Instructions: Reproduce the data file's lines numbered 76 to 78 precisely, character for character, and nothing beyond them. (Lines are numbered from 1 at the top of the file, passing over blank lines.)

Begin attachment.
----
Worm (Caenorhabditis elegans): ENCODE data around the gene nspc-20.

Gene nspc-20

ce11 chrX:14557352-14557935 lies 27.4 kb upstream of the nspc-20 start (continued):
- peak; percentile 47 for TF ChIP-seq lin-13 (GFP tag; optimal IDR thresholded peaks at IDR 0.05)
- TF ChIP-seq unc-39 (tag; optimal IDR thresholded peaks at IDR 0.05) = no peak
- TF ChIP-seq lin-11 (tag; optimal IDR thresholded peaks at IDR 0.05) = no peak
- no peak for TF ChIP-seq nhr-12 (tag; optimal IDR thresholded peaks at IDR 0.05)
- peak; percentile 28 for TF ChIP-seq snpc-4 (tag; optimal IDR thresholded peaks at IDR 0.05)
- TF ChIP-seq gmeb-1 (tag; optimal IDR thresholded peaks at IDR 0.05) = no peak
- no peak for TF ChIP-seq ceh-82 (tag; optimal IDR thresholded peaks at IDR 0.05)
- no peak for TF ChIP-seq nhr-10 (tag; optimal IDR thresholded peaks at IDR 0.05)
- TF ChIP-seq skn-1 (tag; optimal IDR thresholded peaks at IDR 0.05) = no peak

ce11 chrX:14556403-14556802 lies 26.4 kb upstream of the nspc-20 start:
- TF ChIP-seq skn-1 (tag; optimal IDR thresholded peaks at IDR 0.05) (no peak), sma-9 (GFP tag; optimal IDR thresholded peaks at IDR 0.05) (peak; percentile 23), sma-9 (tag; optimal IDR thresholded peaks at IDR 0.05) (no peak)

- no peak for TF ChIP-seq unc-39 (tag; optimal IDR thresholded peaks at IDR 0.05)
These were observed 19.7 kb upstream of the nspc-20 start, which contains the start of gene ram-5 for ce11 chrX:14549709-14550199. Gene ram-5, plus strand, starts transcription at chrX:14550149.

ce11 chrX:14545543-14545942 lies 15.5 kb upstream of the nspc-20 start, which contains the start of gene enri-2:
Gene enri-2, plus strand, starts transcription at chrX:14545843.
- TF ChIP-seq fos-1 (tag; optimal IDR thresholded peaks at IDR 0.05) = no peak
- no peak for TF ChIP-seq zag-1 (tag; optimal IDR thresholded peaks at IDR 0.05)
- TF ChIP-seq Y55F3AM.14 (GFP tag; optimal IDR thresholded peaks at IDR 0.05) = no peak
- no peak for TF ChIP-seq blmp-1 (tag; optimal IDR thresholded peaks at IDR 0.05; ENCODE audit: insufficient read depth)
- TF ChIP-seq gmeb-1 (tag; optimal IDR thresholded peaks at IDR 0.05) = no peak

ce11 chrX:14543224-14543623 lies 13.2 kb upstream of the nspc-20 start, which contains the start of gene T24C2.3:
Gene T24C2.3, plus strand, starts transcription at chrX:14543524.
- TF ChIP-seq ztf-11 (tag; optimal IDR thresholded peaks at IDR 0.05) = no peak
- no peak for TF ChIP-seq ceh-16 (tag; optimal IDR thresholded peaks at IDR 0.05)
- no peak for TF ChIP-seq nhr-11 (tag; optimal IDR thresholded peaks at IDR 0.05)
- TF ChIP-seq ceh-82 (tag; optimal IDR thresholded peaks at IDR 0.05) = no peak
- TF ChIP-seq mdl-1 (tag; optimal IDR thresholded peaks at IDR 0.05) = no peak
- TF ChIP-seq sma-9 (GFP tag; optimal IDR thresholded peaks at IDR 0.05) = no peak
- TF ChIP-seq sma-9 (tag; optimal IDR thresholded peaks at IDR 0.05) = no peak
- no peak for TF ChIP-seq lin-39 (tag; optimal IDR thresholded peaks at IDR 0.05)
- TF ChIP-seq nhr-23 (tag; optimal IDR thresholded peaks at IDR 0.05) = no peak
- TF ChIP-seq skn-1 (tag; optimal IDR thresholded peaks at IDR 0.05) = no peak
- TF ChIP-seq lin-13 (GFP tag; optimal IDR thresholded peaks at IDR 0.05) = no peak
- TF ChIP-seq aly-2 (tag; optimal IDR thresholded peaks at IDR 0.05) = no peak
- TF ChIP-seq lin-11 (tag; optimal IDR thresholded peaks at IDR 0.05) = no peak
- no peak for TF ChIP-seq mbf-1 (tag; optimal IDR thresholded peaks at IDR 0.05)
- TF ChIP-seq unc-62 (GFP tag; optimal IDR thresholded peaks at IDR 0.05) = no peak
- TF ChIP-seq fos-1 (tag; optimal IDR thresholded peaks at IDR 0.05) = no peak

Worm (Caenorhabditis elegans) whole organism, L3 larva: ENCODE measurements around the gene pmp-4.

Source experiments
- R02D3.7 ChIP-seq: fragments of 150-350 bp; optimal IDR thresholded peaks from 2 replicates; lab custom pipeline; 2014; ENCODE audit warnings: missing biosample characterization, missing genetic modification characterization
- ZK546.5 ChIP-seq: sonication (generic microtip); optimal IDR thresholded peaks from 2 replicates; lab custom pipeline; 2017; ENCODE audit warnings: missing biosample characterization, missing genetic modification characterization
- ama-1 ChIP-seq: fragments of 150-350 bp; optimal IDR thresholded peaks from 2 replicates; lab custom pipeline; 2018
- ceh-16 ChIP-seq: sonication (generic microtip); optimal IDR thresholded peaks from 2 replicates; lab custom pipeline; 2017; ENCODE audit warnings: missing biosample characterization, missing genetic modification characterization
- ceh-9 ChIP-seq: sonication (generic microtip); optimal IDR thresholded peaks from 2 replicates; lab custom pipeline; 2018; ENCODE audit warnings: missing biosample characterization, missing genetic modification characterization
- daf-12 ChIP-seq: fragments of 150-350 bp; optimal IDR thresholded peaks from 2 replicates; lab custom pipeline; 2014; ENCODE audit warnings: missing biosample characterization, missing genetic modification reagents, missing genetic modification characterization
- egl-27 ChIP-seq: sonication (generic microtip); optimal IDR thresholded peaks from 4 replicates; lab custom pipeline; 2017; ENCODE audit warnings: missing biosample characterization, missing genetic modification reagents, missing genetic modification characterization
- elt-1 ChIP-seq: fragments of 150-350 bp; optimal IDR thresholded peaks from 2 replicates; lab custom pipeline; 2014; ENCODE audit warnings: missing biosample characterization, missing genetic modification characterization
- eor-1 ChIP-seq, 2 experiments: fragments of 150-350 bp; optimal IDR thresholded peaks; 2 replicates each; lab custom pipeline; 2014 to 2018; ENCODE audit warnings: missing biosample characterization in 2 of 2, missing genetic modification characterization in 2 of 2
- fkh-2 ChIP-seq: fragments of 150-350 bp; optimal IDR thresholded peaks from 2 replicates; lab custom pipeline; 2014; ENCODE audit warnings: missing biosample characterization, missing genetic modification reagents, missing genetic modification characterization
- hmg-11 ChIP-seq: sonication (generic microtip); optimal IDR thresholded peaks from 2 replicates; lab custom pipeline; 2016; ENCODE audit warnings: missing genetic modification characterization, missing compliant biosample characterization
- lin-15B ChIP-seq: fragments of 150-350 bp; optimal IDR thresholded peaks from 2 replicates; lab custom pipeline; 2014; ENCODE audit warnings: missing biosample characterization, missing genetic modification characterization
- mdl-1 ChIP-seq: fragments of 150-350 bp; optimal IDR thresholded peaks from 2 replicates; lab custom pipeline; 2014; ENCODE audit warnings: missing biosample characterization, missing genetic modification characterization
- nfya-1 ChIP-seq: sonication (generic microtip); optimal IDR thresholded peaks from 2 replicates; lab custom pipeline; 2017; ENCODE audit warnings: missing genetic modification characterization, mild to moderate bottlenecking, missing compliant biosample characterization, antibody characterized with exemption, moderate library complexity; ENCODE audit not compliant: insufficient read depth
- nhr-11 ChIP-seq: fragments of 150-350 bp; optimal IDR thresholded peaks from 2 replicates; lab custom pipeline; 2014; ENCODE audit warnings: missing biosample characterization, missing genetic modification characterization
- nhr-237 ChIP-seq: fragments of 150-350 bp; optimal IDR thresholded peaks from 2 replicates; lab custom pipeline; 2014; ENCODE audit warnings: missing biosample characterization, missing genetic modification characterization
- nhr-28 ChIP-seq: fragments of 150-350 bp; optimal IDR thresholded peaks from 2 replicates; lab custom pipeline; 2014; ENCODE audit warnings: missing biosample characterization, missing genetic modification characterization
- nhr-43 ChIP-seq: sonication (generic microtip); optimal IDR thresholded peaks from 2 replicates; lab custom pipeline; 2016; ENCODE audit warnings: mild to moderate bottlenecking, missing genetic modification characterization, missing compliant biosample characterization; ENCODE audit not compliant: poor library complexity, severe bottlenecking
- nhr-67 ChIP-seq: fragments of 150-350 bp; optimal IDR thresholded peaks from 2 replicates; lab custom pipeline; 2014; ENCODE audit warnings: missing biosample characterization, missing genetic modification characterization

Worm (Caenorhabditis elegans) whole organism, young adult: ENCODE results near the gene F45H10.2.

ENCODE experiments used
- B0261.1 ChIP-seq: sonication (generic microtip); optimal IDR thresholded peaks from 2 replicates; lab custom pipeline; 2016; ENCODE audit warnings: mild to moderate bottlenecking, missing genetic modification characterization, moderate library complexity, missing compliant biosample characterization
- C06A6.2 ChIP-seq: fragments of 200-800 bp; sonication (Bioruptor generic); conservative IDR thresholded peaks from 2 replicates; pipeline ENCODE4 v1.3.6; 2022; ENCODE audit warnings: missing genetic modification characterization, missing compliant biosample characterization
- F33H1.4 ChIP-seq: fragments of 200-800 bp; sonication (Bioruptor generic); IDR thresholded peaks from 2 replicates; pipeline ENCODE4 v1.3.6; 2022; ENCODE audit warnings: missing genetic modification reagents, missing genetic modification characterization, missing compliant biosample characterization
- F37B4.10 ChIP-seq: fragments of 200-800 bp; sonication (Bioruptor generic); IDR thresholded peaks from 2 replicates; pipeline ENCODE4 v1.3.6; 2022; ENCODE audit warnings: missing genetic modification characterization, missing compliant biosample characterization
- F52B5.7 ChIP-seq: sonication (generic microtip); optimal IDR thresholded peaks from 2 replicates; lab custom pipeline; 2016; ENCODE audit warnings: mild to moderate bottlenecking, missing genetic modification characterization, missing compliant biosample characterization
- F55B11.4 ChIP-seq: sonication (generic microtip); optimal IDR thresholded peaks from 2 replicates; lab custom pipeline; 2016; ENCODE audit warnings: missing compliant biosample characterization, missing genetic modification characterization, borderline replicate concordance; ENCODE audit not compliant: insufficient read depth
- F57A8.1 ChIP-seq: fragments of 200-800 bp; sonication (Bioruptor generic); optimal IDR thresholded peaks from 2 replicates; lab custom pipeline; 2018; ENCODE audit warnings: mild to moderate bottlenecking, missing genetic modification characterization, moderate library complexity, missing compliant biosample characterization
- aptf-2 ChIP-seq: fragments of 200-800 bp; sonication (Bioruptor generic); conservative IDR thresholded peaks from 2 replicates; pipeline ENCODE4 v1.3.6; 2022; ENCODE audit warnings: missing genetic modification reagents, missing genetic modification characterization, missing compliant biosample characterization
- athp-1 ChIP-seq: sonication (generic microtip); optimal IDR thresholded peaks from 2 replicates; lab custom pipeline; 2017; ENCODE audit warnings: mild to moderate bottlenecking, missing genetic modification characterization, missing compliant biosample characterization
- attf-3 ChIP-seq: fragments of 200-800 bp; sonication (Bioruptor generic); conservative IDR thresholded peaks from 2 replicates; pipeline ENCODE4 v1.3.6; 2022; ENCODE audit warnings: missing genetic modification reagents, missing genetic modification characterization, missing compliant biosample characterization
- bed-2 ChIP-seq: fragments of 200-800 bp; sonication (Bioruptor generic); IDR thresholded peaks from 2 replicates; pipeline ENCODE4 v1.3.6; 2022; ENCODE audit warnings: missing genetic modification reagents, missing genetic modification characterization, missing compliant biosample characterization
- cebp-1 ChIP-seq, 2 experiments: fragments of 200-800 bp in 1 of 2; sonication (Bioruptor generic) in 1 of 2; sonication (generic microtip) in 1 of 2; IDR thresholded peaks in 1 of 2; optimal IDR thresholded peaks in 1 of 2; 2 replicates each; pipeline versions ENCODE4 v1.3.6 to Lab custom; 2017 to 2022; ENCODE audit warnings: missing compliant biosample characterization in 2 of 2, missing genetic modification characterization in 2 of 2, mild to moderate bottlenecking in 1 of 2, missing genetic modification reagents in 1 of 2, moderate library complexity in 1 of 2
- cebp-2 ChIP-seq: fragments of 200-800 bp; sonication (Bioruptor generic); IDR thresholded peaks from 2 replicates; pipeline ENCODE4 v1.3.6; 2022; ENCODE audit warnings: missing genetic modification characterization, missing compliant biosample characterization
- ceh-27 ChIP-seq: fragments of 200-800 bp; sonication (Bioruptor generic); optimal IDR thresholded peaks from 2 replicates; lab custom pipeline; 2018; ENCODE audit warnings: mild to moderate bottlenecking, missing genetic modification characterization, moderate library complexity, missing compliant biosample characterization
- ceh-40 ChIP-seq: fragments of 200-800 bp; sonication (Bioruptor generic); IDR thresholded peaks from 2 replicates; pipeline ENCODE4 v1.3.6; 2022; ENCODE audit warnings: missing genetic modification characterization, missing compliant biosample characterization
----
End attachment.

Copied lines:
- cebp-1 ChIP-seq, 2 experiments: fragments of 200-800 bp in 1 of 2; sonication (Bioruptor generic) in 1 of 2; sonication (generic microtip) in 1 of 2; IDR thresholded peaks in 1 of 2; optimal IDR thresholded peaks in 1 of 2; 2 replicates each; pipeline versions ENCODE4 v1.3.6 to Lab custom; 2017 to 2022; ENCODE audit warnings: missing compliant biosample characterization in 2 of 2, missing genetic modification characterization in 2 of 2, mild to moderate bottlenecking in 1 of 2, missing genetic modification reagents in 1 of 2, moderate library complexity in 1 of 2
- cebp-2 ChIP-seq: fragments of 200-800 bp; sonication (Bioruptor generic); IDR thresholded peaks from 2 replicates; pipeline ENCODE4 v1.3.6; 2022; ENCODE audit warnings: missing genetic modification characterization, missing compliant biosample characterization
- ceh-27 ChIP-seq: fragments of 200-800 bp; sonication (Bioruptor generic); optimal IDR thresholded peaks from 2 replicates; lab custom pipeline; 2018; ENCODE audit warnings: mild to moderate bottlenecking, missing genetic modification characterization, moderate library complexity, missing compliant biosample characterization